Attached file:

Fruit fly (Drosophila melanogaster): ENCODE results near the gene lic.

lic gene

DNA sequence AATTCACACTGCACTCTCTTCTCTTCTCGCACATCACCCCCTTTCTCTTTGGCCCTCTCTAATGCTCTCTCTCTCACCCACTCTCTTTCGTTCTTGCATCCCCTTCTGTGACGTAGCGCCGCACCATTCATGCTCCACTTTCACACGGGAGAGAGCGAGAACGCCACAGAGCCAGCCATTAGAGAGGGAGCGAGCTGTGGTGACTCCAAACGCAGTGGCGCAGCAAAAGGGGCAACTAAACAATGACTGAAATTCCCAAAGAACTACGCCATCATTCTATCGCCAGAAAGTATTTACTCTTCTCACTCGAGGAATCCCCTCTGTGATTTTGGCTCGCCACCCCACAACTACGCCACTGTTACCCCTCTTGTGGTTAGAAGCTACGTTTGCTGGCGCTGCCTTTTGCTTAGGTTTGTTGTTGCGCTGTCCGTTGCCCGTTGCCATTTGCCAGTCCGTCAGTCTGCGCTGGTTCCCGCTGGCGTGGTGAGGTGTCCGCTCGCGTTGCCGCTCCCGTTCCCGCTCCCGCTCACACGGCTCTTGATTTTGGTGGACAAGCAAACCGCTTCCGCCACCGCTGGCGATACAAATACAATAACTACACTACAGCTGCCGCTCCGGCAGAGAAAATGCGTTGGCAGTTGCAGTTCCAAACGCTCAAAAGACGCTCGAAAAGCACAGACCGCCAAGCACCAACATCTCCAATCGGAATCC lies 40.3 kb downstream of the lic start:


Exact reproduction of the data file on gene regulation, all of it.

Fruit fly (Drosophila melanogaster): ENCODE results near the gene lic.

lic gene

DNA sequence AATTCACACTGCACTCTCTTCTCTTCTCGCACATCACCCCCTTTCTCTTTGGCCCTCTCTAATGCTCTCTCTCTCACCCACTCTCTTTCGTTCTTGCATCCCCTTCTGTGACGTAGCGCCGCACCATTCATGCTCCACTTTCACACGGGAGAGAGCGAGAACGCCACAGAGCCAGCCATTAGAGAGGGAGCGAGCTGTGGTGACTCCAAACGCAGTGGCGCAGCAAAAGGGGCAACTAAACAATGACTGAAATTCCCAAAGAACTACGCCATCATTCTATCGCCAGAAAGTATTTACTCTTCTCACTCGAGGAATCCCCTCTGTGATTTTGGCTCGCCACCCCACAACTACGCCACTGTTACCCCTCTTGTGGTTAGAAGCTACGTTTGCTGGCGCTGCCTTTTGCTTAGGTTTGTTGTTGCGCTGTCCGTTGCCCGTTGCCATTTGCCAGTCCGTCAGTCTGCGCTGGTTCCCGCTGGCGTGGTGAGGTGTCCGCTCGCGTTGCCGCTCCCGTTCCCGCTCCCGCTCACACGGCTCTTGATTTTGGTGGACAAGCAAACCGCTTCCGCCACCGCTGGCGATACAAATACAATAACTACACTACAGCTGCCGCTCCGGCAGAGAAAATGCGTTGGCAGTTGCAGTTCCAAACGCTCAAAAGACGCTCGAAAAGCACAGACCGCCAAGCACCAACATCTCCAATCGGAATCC lies 40.3 kb downstream of the lic start: